And thus ended the Durrani Empire. It rose up by accident, and went down by misrule, after enduring just three score and ten years. The vigorous reign of its founder, Ahmad Shah, was a period of ambition, conquest, and plunder. The feeble reign of his successor was one of pleasure, paralysis, and decline. And the unstable reigns of the succeeding competitors, Zaman, Shuja, and Mahmud, were a


period of anarchy and discord, of treachery and torture, of convulsions and death. With such a career no empire could be expected to endure. The Afghan, who, with mushroom growth, rose into the position of the ruling race, possessed none of the qualities requisite to the situation. But recently reclaimed from a wild nomadic life, still illiterate and unpolished, he failed to attach to his interests the copartners in the soil, to conciliate his compatriots, and to secure their loyalty and support. He stood alone amid the various races which composed the nation over which he had acquired the dominion ; and he fought out his quarrels amongst his own people. His relations with his neighbours were vicarious and unreliable, and he had neither the countenance nor the support of either the Paramount Power of the East or of that of the West.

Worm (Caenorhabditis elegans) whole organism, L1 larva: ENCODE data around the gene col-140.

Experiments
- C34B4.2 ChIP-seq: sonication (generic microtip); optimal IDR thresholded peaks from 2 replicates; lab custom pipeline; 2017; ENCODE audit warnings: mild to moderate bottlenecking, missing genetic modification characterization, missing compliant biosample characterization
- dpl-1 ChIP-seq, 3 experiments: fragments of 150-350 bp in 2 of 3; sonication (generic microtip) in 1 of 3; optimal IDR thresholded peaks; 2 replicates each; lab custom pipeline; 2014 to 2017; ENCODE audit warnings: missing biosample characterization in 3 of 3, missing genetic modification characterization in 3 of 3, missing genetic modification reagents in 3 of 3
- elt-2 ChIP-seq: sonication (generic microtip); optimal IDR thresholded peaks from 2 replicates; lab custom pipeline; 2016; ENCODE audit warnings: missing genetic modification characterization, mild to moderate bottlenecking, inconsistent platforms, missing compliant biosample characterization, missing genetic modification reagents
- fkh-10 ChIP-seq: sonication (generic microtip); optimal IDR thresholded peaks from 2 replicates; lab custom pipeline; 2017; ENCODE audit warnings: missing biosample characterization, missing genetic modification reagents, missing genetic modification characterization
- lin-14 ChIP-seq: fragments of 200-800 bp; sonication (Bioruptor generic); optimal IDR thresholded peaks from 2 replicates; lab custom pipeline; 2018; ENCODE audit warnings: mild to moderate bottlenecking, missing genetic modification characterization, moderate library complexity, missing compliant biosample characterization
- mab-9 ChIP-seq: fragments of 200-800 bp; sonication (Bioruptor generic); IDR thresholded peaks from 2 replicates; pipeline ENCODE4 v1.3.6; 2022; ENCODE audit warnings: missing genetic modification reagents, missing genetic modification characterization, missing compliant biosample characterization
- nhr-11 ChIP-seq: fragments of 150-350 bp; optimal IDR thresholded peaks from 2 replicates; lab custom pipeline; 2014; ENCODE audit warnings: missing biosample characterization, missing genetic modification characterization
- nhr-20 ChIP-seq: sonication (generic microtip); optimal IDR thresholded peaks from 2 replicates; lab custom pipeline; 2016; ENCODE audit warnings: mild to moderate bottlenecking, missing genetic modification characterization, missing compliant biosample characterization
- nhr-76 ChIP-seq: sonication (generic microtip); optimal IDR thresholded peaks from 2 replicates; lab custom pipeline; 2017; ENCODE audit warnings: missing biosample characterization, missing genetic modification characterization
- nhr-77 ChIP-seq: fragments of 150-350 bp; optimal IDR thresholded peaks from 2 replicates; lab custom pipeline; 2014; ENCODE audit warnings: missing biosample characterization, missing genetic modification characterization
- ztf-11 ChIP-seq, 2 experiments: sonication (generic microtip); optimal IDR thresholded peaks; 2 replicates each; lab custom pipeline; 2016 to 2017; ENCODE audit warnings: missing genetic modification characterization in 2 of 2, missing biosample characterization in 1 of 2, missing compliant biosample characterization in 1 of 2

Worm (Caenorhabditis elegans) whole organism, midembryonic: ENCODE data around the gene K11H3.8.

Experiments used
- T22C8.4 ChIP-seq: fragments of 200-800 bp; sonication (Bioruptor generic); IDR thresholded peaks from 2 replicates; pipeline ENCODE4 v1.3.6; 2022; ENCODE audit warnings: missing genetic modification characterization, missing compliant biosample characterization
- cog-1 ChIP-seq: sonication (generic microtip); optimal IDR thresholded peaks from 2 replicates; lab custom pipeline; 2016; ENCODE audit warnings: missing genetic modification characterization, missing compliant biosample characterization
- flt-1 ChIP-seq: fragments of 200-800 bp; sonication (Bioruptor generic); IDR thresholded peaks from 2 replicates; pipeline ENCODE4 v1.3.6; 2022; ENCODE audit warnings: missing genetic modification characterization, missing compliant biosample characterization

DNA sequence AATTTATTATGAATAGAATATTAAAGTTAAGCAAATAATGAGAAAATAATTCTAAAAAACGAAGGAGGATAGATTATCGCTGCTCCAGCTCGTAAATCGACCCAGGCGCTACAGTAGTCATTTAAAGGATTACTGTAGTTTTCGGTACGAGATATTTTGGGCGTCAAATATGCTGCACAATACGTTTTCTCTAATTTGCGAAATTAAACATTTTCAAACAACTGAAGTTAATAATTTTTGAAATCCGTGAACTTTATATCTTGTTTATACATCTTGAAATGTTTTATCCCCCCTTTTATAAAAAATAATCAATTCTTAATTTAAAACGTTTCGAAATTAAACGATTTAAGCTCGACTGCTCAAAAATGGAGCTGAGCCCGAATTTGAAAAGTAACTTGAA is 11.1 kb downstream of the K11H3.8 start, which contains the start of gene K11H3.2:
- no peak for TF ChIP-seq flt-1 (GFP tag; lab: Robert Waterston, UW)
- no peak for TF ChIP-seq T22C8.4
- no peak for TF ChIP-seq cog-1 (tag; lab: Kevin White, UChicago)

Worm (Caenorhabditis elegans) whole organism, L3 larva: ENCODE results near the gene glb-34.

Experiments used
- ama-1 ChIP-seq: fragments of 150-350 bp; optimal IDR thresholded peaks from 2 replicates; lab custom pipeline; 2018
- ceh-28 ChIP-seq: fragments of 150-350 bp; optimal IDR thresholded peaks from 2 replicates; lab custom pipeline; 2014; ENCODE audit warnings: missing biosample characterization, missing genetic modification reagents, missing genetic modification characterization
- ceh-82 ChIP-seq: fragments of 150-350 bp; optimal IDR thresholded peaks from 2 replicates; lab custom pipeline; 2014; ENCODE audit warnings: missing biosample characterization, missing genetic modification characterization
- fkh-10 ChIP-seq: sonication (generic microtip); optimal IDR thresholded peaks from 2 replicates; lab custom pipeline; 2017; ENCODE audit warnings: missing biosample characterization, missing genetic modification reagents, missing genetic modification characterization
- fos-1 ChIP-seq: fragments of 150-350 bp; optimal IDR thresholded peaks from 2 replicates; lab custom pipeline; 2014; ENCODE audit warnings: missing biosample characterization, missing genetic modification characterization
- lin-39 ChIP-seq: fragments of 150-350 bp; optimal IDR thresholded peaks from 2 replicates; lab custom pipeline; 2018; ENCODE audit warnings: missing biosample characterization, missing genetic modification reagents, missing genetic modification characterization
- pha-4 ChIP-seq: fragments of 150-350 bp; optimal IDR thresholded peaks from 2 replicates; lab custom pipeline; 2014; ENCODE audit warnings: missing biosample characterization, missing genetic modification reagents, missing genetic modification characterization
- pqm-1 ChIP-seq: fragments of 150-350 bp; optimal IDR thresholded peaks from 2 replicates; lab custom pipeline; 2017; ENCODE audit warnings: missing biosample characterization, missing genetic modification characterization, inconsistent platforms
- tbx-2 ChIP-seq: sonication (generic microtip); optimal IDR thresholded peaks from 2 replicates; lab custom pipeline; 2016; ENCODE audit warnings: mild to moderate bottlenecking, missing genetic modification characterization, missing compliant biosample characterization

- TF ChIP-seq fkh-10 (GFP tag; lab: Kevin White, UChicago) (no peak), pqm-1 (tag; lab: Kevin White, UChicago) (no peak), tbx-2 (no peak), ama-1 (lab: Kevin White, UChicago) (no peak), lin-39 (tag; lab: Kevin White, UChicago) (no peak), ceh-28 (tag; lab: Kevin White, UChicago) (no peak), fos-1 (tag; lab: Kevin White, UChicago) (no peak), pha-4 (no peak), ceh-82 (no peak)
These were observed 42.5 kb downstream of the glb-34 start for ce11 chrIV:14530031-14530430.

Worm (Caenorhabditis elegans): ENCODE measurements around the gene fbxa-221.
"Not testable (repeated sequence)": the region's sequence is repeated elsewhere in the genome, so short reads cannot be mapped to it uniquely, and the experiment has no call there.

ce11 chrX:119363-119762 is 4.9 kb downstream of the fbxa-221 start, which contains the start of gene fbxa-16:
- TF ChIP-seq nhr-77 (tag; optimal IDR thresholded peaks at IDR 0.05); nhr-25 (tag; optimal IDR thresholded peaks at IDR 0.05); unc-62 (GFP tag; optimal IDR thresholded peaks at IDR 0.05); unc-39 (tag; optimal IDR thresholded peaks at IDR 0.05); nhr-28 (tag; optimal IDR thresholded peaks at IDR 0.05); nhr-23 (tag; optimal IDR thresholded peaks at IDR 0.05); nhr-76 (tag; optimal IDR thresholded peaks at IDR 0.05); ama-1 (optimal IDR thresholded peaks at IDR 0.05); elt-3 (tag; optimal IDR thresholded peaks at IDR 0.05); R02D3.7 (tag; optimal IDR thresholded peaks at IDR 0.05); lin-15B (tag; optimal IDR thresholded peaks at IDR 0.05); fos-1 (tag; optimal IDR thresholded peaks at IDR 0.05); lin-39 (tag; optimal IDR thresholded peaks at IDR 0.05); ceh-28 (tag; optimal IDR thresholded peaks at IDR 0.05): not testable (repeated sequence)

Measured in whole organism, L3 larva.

And so it was that the Durrani Empire sunk and disappeared, but not so the Durrani rule. This merely passed from one family of the race to another from the Saddozai to the Barakzai. With this transfer of rule, however, there came a complete change over the status of the country. The empire had passed away and was replaced by the principality. The Shah gave way to the Amir the Emperor to the Prince.